Beefy Boxes and Bandwidth Generously Provided by pair Networks
laziness, impatience, and hubris

Comment on

( #3333=superdoc: print w/ replies, xml ) Need Help??

It's someone being less clever than they think they are. They think that:

  • $cache being assigned undef is an expensive operation, so by using "if undef", which is always false, we'll save on the actual assignment, and since perl already guarantees an uninitialised variable to be undef, it'll still be undef. This is supposedly more readable since you can still see $cache is set to undef. I would disagree - the "if undef" part is just plain confusing and should be removed. Whether you want to leave the assignment, "= undef", or not, is a matter of personal taste. In cases like this, I probably would leave it in, again, to make it explicit, but others like to play golf a bit more than I do, and would tell you to remove it, too - doesn't really matter.
  • The original author also thought that this would have $cache be static or something, and so we'd generate the cache only once, no matter how many times it's called. They're definitely wrong here, too. A couple of options - move the "my $cache" line to outside the sub, or do that and also put braces around the whole thing. As an example of the latter:
    { my $cache = undef; sub IsMatrix { shift if UNIVERSAL::isa($_[0], __PACKAGE__); my ($child, $parent) = @_; unless ($cache) { my %cache; @cache{@matrices} = (1) x scalar(@matrices); $cache = \%cache; } + return $cache->{"${child}_$parent"}; } }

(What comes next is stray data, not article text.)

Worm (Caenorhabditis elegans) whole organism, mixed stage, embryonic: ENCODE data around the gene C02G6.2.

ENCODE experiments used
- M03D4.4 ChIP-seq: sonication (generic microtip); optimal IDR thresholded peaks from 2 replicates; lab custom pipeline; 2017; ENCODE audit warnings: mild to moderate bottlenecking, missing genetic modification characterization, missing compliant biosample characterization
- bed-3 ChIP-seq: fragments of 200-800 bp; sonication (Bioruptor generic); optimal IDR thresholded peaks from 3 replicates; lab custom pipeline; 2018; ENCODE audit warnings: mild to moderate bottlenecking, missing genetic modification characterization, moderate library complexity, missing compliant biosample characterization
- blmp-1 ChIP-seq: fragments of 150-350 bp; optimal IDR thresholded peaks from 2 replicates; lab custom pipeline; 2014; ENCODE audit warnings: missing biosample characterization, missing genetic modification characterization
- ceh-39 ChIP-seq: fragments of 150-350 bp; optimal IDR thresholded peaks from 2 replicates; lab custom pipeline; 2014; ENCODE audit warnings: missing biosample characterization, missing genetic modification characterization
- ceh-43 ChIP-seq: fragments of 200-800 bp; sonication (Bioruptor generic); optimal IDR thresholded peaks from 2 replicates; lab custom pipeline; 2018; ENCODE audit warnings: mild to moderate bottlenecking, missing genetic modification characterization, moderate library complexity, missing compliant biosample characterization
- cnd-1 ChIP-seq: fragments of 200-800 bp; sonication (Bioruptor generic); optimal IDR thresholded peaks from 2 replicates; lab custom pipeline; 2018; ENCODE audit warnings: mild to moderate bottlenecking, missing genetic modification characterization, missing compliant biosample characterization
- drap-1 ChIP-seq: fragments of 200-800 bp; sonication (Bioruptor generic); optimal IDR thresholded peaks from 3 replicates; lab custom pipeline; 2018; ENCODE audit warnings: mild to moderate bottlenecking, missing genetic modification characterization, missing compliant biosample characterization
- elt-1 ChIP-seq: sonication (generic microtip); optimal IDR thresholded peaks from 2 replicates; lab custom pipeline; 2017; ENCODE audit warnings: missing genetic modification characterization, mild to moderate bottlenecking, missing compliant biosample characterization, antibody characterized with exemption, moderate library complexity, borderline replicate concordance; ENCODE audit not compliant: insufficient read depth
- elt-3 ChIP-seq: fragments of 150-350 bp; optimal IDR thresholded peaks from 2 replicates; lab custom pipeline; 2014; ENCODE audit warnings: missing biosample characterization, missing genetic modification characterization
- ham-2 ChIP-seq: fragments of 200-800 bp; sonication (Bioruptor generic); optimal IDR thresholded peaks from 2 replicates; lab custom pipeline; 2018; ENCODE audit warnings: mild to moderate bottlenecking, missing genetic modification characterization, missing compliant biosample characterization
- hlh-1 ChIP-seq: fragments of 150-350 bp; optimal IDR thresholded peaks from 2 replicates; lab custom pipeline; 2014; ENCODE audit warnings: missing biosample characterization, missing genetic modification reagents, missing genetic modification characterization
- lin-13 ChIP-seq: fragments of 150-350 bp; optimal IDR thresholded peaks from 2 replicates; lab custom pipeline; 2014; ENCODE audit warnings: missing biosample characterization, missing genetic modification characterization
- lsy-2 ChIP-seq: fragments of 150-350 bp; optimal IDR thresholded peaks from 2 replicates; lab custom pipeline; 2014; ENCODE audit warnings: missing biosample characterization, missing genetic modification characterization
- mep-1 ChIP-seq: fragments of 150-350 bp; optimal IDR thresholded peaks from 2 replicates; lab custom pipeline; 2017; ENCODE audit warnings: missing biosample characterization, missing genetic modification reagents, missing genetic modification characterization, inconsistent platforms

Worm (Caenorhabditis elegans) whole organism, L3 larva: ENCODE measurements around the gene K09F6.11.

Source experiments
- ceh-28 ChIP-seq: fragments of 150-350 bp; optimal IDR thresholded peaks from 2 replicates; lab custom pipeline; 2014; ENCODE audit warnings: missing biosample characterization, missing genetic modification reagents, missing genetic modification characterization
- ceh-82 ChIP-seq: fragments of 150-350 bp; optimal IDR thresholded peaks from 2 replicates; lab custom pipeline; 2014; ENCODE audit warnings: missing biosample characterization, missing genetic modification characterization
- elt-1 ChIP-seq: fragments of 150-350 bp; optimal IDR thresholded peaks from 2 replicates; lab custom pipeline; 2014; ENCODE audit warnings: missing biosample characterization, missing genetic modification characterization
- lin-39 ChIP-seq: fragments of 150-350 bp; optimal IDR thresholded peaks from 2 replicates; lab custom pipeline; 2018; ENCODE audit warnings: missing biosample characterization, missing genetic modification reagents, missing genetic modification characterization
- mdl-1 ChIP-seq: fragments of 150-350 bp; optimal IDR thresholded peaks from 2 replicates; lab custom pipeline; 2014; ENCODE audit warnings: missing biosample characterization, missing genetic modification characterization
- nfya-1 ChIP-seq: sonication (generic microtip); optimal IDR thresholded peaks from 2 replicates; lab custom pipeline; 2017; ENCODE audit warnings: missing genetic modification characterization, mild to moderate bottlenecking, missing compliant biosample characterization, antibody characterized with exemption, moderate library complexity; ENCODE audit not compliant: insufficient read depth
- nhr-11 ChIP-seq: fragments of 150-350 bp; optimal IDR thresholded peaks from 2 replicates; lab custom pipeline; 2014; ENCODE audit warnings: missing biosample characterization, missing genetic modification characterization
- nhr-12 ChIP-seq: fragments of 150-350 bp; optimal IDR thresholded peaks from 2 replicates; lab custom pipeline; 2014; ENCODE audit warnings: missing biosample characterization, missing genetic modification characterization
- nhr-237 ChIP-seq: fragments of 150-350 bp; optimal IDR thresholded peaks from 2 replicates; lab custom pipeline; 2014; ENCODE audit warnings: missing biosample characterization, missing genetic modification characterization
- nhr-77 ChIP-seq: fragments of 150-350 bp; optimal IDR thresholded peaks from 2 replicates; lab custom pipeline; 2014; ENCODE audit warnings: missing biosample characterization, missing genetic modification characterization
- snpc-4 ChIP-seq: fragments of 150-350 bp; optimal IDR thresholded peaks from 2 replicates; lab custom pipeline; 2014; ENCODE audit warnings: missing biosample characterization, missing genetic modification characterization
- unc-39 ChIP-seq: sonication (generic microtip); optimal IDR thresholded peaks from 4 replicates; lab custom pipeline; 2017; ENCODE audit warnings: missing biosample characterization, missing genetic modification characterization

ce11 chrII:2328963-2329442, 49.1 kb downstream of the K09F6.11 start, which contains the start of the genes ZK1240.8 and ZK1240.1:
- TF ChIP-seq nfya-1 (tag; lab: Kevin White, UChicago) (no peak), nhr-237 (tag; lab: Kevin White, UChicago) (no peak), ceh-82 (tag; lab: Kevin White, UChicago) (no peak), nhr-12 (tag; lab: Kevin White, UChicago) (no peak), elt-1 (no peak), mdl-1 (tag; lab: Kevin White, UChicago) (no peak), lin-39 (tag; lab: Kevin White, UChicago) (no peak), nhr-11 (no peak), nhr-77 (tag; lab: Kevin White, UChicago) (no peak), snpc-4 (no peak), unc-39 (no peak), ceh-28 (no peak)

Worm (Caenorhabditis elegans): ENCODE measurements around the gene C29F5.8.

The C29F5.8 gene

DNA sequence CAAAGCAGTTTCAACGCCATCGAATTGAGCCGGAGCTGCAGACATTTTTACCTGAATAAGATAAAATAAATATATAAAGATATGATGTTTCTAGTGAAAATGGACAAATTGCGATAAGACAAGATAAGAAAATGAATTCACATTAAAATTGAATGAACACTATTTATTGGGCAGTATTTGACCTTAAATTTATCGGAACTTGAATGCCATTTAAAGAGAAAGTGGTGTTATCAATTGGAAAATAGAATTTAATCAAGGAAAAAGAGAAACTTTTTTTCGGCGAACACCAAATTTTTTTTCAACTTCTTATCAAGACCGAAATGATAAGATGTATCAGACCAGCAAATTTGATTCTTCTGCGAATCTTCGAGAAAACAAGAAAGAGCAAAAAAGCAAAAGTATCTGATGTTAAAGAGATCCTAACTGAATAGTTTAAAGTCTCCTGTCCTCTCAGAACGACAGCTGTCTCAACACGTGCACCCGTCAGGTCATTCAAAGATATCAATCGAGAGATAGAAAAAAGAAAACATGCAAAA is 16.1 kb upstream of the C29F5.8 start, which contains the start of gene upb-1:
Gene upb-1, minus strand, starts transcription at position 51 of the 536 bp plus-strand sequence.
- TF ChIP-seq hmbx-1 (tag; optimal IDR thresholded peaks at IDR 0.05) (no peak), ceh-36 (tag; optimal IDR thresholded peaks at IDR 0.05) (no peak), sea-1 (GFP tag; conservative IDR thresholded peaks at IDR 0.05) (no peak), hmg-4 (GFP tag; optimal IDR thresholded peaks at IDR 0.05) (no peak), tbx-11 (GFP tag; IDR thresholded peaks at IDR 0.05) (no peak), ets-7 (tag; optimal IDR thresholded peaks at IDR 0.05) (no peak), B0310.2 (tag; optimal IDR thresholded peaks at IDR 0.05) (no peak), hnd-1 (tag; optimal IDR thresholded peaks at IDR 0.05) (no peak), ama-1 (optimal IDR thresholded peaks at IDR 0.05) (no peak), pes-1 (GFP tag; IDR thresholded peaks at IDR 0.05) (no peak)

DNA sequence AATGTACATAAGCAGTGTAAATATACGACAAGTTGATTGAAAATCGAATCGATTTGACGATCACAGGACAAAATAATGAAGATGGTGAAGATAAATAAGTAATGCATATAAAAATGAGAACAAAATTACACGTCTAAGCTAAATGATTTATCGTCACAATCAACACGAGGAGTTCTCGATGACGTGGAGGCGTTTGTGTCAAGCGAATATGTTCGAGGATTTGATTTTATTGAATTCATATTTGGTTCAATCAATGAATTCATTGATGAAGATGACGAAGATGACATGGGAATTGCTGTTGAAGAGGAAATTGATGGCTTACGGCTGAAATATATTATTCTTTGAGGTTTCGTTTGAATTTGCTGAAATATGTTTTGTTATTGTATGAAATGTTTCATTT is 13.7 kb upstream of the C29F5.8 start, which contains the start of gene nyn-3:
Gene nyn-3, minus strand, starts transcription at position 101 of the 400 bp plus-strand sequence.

The outter braces are the optional part. With them, $cache is only visible inside IsMatrix, without them, the variable is visible to the entire file. With the braces is closer to the original author's intent, but I'm not sure the original author's intent is really that important given these mistakes ;-)
Hope that helps.

In reply to Re: my $cache = undef if undef; by Tanktalus
in thread my $cache = undef if undef; by szabgab

Use:  <p> text here (a paragraph) </p>
and:  <code> code here </code>
to format your post; it's "PerlMonks-approved HTML":

  • Posts are HTML formatted. Put <p> </p> tags around your paragraphs. Put <code> </code> tags around your code and data!
  • Read Where should I post X? if you're not absolutely sure you're posting in the right place.
  • Please read these before you post! —
  • Posts may use any of the Perl Monks Approved HTML tags:
    a, abbr, b, big, blockquote, br, caption, center, col, colgroup, dd, del, div, dl, dt, em, font, h1, h2, h3, h4, h5, h6, hr, i, ins, li, ol, p, pre, readmore, small, span, spoiler, strike, strong, sub, sup, table, tbody, td, tfoot, th, thead, tr, tt, u, ul, wbr
  • You may need to use entities for some characters, as follows. (Exception: Within code tags, you can put the characters literally.)
            For:     Use:
    & &amp;
    < &lt;
    > &gt;
    [ &#91;
    ] &#93;
  • Link using PerlMonks shortcuts! What shortcuts can I use for linking?
  • See Writeup Formatting Tips and other pages linked from there for more info.
  • Log In?

    What's my password?
    Create A New User
    and the web crawler heard nothing...

    How do I use this? | Other CB clients
    Other Users?
    Others browsing the Monastery: (10)
    As of 2015-10-13 13:53 GMT
    Find Nodes?
      Voting Booth?

      Does Humor Belong in Programming?

      Results (307 votes), past polls